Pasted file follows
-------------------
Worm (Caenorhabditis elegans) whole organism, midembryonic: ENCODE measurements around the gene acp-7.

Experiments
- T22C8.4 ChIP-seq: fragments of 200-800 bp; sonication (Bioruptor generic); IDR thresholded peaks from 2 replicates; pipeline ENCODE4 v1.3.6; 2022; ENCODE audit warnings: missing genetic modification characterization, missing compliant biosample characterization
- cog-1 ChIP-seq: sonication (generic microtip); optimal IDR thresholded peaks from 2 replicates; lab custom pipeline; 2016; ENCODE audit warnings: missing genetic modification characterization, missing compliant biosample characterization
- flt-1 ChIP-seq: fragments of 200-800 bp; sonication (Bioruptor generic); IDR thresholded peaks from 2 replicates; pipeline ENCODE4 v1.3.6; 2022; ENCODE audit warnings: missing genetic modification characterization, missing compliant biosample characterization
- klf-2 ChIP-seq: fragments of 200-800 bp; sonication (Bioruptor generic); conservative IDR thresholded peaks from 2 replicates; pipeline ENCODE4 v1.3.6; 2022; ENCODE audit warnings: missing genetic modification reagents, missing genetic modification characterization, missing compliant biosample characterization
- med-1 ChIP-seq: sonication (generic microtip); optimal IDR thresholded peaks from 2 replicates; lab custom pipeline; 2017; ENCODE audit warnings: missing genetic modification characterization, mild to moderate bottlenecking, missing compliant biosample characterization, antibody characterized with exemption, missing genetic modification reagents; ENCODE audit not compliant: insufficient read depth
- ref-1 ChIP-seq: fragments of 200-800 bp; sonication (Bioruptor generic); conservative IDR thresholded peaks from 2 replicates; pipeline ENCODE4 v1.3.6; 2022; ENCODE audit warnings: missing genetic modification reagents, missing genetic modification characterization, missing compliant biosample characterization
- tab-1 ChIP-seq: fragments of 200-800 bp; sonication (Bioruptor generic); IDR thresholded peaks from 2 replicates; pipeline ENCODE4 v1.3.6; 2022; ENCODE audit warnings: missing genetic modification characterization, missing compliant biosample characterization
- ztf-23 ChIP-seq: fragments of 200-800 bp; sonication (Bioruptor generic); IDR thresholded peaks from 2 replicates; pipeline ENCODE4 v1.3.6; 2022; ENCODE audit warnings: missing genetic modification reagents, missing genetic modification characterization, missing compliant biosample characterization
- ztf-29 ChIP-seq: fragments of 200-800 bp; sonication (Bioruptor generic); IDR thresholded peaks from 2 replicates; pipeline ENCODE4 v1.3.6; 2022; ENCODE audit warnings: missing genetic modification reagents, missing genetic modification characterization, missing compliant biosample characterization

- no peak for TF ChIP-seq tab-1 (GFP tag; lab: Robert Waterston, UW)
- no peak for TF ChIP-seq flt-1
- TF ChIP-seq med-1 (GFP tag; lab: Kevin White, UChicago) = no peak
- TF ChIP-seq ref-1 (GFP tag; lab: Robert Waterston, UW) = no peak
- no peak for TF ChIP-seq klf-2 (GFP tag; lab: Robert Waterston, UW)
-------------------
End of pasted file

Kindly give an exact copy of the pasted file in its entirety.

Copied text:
Worm (Caenorhabditis elegans) whole organism, midembryonic: ENCODE measurements around the gene acp-7.

Experiments
- T22C8.4 ChIP-seq: fragments of 200-800 bp; sonication (Bioruptor generic); IDR thresholded peaks from 2 replicates; pipeline ENCODE4 v1.3.6; 2022; ENCODE audit warnings: missing genetic modification characterization, missing compliant biosample characterization
- cog-1 ChIP-seq: sonication (generic microtip); optimal IDR thresholded peaks from 2 replicates; lab custom pipeline; 2016; ENCODE audit warnings: missing genetic modification characterization, missing compliant biosample characterization
- flt-1 ChIP-seq: fragments of 200-800 bp; sonication (Bioruptor generic); IDR thresholded peaks from 2 replicates; pipeline ENCODE4 v1.3.6; 2022; ENCODE audit warnings: missing genetic modification characterization, missing compliant biosample characterization
- klf-2 ChIP-seq: fragments of 200-800 bp; sonication (Bioruptor generic); conservative IDR thresholded peaks from 2 replicates; pipeline ENCODE4 v1.3.6; 2022; ENCODE audit warnings: missing genetic modification reagents, missing genetic modification characterization, missing compliant biosample characterization
- med-1 ChIP-seq: sonication (generic microtip); optimal IDR thresholded peaks from 2 replicates; lab custom pipeline; 2017; ENCODE audit warnings: missing genetic modification characterization, mild to moderate bottlenecking, missing compliant biosample characterization, antibody characterized with exemption, missing genetic modification reagents; ENCODE audit not compliant: insufficient read depth
- ref-1 ChIP-seq: fragments of 200-800 bp; sonication (Bioruptor generic); conservative IDR thresholded peaks from 2 replicates; pipeline ENCODE4 v1.3.6; 2022; ENCODE audit warnings: missing genetic modification reagents, missing genetic modification characterization, missing compliant biosample characterization
- tab-1 ChIP-seq: fragments of 200-800 bp; sonication (Bioruptor generic); IDR thresholded peaks from 2 replicates; pipeline ENCODE4 v1.3.6; 2022; ENCODE audit warnings: missing genetic modification characterization, missing compliant biosample characterization
- ztf-23 ChIP-seq: fragments of 200-800 bp; sonication (Bioruptor generic); IDR thresholded peaks from 2 replicates; pipeline ENCODE4 v1.3.6; 2022; ENCODE audit warnings: missing genetic modification reagents, missing genetic modification characterization, missing compliant biosample characterization
- ztf-29 ChIP-seq: fragments of 200-800 bp; sonication (Bioruptor generic); IDR thresholded peaks from 2 replicates; pipeline ENCODE4 v1.3.6; 2022; ENCODE audit warnings: missing genetic modification reagents, missing genetic modification characterization, missing compliant biosample characterization

- no peak for TF ChIP-seq tab-1 (GFP tag; lab: Robert Waterston, UW)
- no peak for TF ChIP-seq flt-1
- TF ChIP-seq med-1 (GFP tag; lab: Kevin White, UChicago) = no peak
- TF ChIP-seq ref-1 (GFP tag; lab: Robert Waterston, UW) = no peak
- no peak for TF ChIP-seq klf-2 (GFP tag; lab: Robert Waterston, UW)